Where Did "Theodore" Come From?
You may (or may not) recall that last month I was puzzling over the family story of my Grandfather's name change. Family legend says that he was given the name Bernard Wallace when he was born, but later "legally changed it" to Wallace Bernard.
Wishing to settle the matter once and for all, I sent away to the New Jersey State Archives in Trenton for a copy of Wallace Bernard Dixon's birth certificate. (You can order these things on line now, which is the height of convenience when you live a full day's drive from the Archives.)
A few short weeks later, I received not only the original birth certificate, but a copy of a form "For Correcting or Amending a Certificate of Birth, Marriage, or Death." Two for the price of one!
Here, then, is my grandfather's original birth certificate.
|Birth certificate for Theodore Wallace [a.k.a. Wallace Bernard] Dixon|
The Naming : A play in one very short act.
Midwife: Congratulations on your new son, Mr. Dixon. What are you going to name him?
Mr. Dixon: Why, I believe we'll name him Theodore, after our president, and give him the middle name of Wallace.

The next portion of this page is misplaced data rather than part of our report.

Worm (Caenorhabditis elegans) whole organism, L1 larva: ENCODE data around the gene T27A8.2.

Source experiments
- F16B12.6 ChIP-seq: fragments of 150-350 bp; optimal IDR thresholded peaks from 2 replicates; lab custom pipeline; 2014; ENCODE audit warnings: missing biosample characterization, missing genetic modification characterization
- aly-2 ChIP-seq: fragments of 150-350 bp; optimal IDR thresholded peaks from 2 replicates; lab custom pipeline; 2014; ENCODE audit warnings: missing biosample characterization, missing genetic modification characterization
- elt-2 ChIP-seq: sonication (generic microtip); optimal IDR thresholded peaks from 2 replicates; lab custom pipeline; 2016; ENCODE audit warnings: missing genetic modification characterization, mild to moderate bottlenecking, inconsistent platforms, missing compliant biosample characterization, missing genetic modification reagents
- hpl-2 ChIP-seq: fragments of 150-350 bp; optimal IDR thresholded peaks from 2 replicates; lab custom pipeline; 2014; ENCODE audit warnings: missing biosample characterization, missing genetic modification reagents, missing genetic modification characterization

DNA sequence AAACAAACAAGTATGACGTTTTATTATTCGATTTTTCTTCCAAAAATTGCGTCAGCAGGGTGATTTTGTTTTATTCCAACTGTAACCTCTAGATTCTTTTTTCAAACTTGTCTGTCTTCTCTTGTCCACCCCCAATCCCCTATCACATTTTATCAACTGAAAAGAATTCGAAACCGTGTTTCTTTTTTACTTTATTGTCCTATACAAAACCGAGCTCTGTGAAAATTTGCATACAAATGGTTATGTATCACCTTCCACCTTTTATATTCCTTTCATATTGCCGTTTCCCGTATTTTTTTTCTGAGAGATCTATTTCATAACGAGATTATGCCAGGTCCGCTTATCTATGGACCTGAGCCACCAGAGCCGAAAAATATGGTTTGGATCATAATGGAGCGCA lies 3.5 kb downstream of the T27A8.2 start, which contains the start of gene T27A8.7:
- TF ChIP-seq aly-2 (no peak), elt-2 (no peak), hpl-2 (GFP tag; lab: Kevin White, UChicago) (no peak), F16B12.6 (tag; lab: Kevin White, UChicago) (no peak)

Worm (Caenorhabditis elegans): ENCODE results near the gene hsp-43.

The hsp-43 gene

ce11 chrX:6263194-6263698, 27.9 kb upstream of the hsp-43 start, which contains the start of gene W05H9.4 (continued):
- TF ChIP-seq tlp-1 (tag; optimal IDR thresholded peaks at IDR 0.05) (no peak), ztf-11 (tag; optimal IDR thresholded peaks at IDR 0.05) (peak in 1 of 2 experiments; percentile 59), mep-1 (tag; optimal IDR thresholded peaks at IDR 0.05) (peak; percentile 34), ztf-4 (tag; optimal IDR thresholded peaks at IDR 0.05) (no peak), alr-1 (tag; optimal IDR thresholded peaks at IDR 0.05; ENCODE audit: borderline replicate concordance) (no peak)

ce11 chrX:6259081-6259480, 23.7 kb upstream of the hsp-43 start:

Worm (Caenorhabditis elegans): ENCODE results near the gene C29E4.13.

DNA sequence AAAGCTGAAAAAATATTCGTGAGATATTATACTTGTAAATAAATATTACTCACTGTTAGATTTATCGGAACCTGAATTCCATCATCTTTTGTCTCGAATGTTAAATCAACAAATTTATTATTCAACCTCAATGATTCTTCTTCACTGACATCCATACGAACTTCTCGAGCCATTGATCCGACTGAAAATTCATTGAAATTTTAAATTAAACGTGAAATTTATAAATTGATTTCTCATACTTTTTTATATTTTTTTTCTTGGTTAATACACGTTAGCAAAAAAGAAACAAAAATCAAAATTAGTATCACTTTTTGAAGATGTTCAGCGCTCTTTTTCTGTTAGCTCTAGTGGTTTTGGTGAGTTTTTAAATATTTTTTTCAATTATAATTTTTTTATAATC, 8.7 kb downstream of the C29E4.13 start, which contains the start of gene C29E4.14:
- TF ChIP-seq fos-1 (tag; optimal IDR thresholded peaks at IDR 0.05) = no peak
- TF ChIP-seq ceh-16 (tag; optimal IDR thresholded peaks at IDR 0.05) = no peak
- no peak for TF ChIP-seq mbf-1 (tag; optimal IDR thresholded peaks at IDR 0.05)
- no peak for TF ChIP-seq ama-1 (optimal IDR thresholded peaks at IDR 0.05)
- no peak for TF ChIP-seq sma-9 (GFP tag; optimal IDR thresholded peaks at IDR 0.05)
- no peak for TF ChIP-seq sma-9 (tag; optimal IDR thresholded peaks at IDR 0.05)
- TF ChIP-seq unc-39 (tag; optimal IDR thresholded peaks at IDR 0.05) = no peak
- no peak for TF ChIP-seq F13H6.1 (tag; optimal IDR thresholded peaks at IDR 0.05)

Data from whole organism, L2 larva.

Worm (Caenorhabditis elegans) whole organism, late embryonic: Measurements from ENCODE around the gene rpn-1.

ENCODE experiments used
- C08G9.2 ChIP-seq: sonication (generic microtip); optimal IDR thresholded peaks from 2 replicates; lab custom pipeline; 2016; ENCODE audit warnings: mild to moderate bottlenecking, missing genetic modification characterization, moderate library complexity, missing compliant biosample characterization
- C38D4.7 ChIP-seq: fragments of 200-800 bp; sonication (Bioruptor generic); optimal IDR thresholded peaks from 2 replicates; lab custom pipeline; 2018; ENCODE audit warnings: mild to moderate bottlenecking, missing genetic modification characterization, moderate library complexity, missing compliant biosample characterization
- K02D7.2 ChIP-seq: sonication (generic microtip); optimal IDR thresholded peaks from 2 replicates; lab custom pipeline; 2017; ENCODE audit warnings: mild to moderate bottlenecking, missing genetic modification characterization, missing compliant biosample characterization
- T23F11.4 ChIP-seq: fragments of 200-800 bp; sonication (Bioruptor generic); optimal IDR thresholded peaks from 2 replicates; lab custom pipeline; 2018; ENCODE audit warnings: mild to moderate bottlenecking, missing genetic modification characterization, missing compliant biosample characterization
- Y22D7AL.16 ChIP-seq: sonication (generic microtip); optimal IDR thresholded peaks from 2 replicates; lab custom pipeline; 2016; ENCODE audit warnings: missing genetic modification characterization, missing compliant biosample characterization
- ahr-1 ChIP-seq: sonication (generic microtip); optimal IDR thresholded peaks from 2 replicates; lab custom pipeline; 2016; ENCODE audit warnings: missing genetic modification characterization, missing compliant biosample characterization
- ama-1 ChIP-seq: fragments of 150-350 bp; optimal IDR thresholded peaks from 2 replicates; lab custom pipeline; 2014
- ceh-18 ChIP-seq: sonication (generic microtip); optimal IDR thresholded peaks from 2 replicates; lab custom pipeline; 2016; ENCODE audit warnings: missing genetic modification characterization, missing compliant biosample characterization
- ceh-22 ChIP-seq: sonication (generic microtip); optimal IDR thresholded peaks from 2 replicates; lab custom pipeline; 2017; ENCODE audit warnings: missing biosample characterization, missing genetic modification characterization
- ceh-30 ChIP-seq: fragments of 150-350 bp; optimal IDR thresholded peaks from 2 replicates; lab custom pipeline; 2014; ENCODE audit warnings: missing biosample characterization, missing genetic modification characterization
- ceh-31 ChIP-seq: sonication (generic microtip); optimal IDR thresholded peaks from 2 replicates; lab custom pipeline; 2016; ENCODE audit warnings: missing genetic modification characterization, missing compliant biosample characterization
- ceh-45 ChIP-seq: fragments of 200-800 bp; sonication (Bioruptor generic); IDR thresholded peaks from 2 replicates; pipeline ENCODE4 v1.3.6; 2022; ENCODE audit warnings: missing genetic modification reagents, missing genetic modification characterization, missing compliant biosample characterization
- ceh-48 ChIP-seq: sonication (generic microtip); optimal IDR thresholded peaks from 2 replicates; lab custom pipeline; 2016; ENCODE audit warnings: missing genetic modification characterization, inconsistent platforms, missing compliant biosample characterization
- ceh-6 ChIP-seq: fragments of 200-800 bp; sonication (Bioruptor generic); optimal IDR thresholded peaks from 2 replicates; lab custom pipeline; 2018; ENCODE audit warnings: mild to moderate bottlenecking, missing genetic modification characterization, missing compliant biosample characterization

Midwife: Theodore Wallace it is!
Some time later...
Mr. Dixon to Mrs. Dixon: Isn't our little boy Theodore Wallace just grand?
Mrs. Dixon: Theodore? Like heck we're calling the boy Theodore! His name is Bernard. Bernard Wallace! And that's final!
And then they forget to let the know about the name change, or just don't even give it a thought.
In the 1905 and 1915 NJ State Census, my grandfather is listed as Bernard. By the time 1920 rolls around, the Federal Census has him going by Wallace.
Another possible theory is that by the time the midwife got around to filing out the certificate, eight days after the fact, she got a little confused about the name. We'll probably never know.
The Official Name Change
|Correcting the Name on a Birth Certificate. One short form, signed by Grandpa's brother, John.|
|Affidavit signed by brother, John Dixon, on 30 March 1942.|
The change form was filled out on 30 March 1942. The following day, this transcribed Birth Record was issued. And just like that, my grandfather was officially Wallace Bernard Dixon!
|Delayed Birth Record for Wallace Bernard Dixon |
issued the day after the name "correction" paperwork was signed.
I'm guessing that this flurry of paperwork was instigated by the Draft for World War II. The only draft registration records that are currently available are from the Fourth Registration, conducted on 27 April 1942, and including only those men between 45 and 65 years old. My grandfather would have been 37 at the time, so he is not included in that record set. He may well be one of the 10 million men who registered between 1941 and 1946. As far as I know, he never served in the military. When those other records become available I'll be looking for him!